24 January 2019

Poster sessions for wheelchair users

Amy-Charlotte Devitz and service dog Fisher in front of a “Society for Integrative and Comparative Biology" sign.

I’ve visited the issue of poster accessibility on this blog, but mainly in the context of visual issues, like colour blindness and dyslexia. Of course, these are not the only challenges the people might face attending a scientific conference. Amy-Charlotte Devitz, a.k.a. The Bendy Biologist on Twitter, has a great blog post talking about navigating a scientific conference in a wheelchair with a service dog. The conference at hand is the Society for Integrative and Comparative Biology (SICB) meeting this month in Tampa, Florida.

Here’s an excerpt, focusing in on what she says about poster sessions (emphasis added).

100+ posters were on display and you had a chance to interact with those who had made them. These were admittedly a bit of a challenge to navigate in a chair. It was crowded, meaning it was very hard to move around, and with so many people around I wasn’t able to get a proper look at many of the posters. The alternative was to come and look at the posters before the official sessions started, a time when very few people were present, so I did this often. The downside of this was that one, the presenters weren’t there to speak with and two, it meant skipping other events to come look at the posters. Improvements in accessibility could be made by the increasing the space between rows of posters as well as the posters themselves to open things up a bit. This may be limited by the space available in the venue, but it something to consider.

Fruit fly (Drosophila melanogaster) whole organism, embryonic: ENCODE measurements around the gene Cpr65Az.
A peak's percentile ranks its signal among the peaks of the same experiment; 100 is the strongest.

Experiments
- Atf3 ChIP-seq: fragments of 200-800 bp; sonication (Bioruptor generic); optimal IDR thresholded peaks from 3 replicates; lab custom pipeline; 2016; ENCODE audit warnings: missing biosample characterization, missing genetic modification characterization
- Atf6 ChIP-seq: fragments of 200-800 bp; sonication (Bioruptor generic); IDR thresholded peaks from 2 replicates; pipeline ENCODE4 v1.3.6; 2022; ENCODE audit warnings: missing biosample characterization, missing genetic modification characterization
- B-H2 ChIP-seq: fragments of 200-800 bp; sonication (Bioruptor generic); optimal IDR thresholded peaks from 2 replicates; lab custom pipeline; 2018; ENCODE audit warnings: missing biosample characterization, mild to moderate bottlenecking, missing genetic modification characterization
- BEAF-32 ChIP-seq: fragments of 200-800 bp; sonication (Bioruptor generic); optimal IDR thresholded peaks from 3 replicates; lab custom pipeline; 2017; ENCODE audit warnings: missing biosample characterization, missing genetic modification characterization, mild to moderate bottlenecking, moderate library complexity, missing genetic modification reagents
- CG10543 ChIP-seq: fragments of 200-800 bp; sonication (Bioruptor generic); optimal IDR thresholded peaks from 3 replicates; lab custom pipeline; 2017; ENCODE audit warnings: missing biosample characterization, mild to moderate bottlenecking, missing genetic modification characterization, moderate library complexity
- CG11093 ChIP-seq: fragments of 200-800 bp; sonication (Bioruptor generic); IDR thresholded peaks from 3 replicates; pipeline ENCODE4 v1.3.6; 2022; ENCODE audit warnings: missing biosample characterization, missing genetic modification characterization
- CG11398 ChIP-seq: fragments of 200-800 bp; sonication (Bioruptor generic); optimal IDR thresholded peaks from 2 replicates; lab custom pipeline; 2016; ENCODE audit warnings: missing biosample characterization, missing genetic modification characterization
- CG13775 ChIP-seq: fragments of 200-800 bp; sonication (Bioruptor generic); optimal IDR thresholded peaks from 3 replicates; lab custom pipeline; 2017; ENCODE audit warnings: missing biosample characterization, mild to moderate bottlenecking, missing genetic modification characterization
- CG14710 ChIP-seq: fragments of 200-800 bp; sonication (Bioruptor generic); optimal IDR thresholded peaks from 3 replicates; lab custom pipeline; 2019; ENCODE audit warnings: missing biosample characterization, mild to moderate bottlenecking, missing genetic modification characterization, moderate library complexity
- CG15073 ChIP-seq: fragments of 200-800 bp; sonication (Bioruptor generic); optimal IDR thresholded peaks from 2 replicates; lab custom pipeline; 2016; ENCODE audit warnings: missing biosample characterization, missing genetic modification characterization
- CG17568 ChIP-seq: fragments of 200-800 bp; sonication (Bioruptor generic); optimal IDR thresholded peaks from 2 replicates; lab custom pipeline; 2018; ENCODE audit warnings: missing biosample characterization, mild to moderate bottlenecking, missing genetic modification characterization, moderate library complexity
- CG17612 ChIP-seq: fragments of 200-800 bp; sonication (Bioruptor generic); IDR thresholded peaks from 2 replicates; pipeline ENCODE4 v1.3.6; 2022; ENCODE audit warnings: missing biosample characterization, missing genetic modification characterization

As I said in the beginning, my focus in this post would be on accessibility for individuals for mobility impairments, but I have a few points left to make. For one, almost every talk I saw used color-blind friendly color palettes in making their slides, and most used large fonts that were easy to read even from the back of the room. Encouraging these in all talks and posters would assure someone colorblind or visually impaired could view any material.

Full disclosure: I was the chair of the Student and Post-Doctoral Affairs Committee during this meeting, so I have a professional interest here above and beyond the usual. I was supposed to attend this meeting, but could not due to unexpected events.

It’s worth noting that SICB’s poster sessions used to allow people to have eight foot posters. Here’s one from 2017. In 2018, this was reduced to less than four feet of space for a poster. I do not know how far apart the poster boards were placed in those years, but it seems likely that the square footage of poster viewing space was probably about halved by this move.

That square footage of viewing space is extremely important for wheelchair users. Whatever reasons there are for shrinking the poster size (and there are probably reasonable ones), this does not change the fact that it virtually guarantees that the poster session is a worse experience for everyone, even if wheelchair users are a little more affected than most.

There is a lot more in Charlotte’s post, and I recommend it highly to you.

External links

SICB 2019 – An accessibility perspective